28 June 2011
From a security perspective, it has long felt ridiculous to me that any native application I run can access any data I can access, whether that be read-only or read/write, without my explicit consent. That's basically the decades old Unix model of security based on file permissions and application processes running as the current user. It looks like Lion is going to change that, at least for applications acquired through the Mac App Store. To me, this is by far the most significant part of the Lion feature set that has become public knowledge so far.
So Lion will introduce an application sandboxing feature, where applications basically run in a
chroot environment. Applications can't just read and/or write arbitrary files somewhere on the users disk; instead they can (by default) only access files in their own little sandbox directory.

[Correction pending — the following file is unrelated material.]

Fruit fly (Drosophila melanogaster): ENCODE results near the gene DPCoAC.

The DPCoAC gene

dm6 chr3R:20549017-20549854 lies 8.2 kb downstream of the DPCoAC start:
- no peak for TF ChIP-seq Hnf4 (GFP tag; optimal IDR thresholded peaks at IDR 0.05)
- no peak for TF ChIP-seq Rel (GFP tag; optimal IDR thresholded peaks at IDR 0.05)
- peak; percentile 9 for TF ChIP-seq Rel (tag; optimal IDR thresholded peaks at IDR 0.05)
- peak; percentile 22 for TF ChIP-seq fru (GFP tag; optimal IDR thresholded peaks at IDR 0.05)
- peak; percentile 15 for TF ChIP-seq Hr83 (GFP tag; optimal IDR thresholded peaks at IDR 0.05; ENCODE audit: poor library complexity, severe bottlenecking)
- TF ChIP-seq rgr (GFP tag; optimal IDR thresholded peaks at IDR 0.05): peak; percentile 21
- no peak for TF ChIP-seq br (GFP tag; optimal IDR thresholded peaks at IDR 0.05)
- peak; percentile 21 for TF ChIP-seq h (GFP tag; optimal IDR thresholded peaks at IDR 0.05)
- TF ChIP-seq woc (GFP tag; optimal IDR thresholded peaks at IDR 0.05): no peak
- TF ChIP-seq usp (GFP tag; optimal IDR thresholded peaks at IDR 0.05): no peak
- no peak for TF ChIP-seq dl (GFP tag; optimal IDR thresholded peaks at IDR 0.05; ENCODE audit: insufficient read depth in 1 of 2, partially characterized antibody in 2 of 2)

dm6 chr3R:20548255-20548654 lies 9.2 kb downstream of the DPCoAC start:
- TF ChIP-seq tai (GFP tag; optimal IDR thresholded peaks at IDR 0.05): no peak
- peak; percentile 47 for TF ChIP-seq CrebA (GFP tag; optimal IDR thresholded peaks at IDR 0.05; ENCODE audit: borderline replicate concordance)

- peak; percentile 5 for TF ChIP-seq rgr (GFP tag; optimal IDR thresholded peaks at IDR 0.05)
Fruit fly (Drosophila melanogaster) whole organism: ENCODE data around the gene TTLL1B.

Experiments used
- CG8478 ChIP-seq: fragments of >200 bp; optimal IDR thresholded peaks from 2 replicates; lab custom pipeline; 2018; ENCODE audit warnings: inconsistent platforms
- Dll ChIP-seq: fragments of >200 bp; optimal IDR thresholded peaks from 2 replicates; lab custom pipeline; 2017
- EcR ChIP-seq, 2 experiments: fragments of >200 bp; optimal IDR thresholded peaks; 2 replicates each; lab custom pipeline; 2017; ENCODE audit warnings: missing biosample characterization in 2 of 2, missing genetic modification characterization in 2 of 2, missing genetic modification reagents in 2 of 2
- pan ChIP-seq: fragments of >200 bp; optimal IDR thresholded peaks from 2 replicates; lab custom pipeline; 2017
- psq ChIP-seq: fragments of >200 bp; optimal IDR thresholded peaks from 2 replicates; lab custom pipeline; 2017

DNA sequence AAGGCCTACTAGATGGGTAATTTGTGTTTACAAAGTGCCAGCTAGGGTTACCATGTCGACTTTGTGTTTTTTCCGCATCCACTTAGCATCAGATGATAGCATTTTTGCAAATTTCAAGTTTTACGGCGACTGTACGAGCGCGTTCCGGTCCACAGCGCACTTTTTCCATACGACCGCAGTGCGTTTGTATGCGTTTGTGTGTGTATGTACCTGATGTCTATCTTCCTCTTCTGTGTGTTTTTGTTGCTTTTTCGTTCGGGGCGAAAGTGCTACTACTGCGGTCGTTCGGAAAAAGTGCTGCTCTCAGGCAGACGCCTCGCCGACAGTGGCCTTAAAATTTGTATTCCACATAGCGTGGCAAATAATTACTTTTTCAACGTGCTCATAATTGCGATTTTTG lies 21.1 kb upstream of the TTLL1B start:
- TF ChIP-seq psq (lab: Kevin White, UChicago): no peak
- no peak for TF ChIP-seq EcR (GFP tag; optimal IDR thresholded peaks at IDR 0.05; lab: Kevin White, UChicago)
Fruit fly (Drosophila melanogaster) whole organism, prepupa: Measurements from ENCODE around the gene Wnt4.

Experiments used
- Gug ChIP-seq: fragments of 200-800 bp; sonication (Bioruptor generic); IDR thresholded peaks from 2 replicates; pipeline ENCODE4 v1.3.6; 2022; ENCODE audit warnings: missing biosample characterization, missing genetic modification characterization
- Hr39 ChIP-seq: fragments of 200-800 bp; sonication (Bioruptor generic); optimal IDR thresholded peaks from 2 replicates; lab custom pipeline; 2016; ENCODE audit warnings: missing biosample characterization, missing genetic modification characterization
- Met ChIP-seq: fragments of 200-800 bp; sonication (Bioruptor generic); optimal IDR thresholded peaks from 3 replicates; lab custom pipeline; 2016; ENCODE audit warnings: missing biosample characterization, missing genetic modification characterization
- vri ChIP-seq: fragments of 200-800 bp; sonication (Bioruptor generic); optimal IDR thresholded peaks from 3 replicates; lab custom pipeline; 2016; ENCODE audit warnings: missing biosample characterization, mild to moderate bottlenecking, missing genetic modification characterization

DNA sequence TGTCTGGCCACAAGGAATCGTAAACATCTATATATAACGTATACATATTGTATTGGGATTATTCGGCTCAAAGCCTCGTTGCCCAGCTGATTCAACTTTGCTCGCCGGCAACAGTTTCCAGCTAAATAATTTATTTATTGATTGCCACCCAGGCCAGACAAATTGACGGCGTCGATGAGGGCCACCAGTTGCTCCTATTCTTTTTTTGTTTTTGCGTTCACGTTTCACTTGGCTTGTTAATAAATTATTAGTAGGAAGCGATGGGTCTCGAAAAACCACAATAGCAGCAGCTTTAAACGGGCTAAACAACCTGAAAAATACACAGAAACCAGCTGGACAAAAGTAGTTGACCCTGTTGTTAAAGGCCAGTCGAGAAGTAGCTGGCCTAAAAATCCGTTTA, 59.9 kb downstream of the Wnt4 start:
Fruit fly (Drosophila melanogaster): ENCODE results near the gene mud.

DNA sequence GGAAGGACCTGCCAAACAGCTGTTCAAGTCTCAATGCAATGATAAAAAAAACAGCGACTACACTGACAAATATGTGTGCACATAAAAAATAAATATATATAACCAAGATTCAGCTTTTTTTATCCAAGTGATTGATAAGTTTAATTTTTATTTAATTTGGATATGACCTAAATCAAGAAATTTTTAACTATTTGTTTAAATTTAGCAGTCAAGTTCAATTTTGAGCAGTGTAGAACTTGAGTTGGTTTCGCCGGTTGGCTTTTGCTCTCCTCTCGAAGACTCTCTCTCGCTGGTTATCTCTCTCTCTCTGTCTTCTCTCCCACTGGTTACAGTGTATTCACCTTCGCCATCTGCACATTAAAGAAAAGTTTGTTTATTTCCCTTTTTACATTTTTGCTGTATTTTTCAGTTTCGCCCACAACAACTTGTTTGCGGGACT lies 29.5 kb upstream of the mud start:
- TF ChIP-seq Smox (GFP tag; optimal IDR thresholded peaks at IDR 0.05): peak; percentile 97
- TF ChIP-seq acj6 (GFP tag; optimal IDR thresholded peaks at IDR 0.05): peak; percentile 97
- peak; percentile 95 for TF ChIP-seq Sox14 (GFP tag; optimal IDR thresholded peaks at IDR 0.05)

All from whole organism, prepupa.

But apparently, the really cool trick about this is that the user can poke holes into the sandbox by using the standard open/save file dialog, drag and drop, or other explicit means of giving an application access to a specific piece of data. Which means that in most cases, users can continue to work with those applications as they have in the past, without having to even be aware of the sandbox that's providing them extra security. That would be huge.
Also, according to the official (and rather brief) description, the sandbox can limit the application's access to other resources, such as the network or the camera. Applications will presumably need to state upfront whether they need such access, and the user will be able to check those requirements before installation.
Of course, I have no idea how well this will work in practice, but it seems like a very elegant approach. It might very well be a huge step forward in terms of application security on mainstream desktop operating systems.